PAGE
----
Treating torn or separated nails can be frustrating. Your nails grow at a rate of about 0.004 inches (0.1 millimeters) per day -- it can take as long as six months for a nail to completely grow back [source: Mayo Clinic]. You can apply a nail hardener to keep your nails strong and help them grow faster, but you should avoid nail products that contain toluene sulfonamide, formaldehyde, alcohol, acetone or dibutyl phthalate -- these chemicals can make your nails weaker rather than stronger [source: Mayo Clinic].
While regrowing your nails, you can take some simple steps to keep them healthy and prevent future nail injuries. First, wear shoes that don't constrict your toenails -- they should be wide enough for your toes to wiggle around. Second, keep your nails neat and trim them often -- long nails are more likely to get caught and tear. Also, avoid biting and nibbling at your nails because this can increase the likelihood of tearing as well [source: Aetna InteliHealth].
You can also keep your nails healthy by moisturizing them with lotions and creams that contain humectants such as urea, phospholipids and lactic acid. Humectants retain moisture in your nails, helping prevent them from cracking. If you have torn or separated fingernails, wear gloves when washing dishes and cleaning to reduce the possibility of infection [source: Mayo Clinic].
Keeping your nails neat and healthy will reduce the likelihood of tearing them and separating them from the nail bed. For more information on treating torn nails, check out the links below.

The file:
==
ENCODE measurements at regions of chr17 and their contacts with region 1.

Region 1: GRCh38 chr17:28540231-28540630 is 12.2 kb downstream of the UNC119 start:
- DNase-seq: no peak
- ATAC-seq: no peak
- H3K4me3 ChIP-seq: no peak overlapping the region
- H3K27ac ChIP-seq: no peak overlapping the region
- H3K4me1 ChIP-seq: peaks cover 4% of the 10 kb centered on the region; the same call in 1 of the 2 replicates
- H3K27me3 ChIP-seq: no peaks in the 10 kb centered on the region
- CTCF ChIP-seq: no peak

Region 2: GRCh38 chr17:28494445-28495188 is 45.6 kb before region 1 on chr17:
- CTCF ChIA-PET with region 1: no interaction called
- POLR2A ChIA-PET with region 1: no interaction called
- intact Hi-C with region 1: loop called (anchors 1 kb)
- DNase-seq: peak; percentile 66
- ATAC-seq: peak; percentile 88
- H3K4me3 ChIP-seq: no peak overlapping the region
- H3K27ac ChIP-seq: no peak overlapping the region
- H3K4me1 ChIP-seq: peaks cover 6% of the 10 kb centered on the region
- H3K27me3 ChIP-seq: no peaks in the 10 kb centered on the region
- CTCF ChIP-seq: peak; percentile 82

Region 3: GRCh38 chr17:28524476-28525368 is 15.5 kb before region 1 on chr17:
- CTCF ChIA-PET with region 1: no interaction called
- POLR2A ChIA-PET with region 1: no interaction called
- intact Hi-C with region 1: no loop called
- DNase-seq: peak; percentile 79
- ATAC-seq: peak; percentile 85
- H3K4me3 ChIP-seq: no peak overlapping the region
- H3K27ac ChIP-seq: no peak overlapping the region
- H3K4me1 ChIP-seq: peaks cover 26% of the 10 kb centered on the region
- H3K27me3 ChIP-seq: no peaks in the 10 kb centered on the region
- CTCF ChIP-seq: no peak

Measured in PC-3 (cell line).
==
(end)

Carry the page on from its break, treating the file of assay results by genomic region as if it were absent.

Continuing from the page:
Related HowStuffWorks Articles
- Aetna InteliHealth. "Nail Trauma." (Accessed 10/02/09)http://www.intelihealth.com/IH/ihtIH?t=25971&p=~br,IHW|~st,-1|~r,WSIHW000|~b,*|
- Bruno, Karen. "Women's Hand and Nail Care." WebMD. (Accessed 10/02/09) http://www.webmd.com/skin-beauty/advances-skin-care-9/strong-nails-hands?page=2
- Mayo Clinic. "Nails: How to Keep Your Fingernails Healthy and Strong." November 30, 2007 (Accessed 10/02/09)http://mayoclinic.com/health/nails/WO00020
- New Zealand Dermatological Society. "Nail Psoriasis." (Accessed 10/02/09)http://dermnetnz.org/scaly/nail-psoriasis.html
- Rauh, Sherry. "Healthy Fingernails: Clues About Your Health." WebMD. (Accessed 10/02/09) http://www.webmd.com/skin-problems-and-treatments/features/healthy-fingernails-clues-about-health
- Rouzier, Pierre. "Toenail Injuries." University of Michigan Sports Medicine Advisor. (Accessed 10/02/09) http://www.med.umich.edu/1libr/sma/sma_toenail_sma.htm
- Van Houten, Susan. "Nail that Has Torn or Separated from Nail Bed." Revolution Health. (Accessed 10/02/09)http://www.revolutionhealth.com/articles/nail-that-has-torn-or-separated-from-nail-bed/sig256776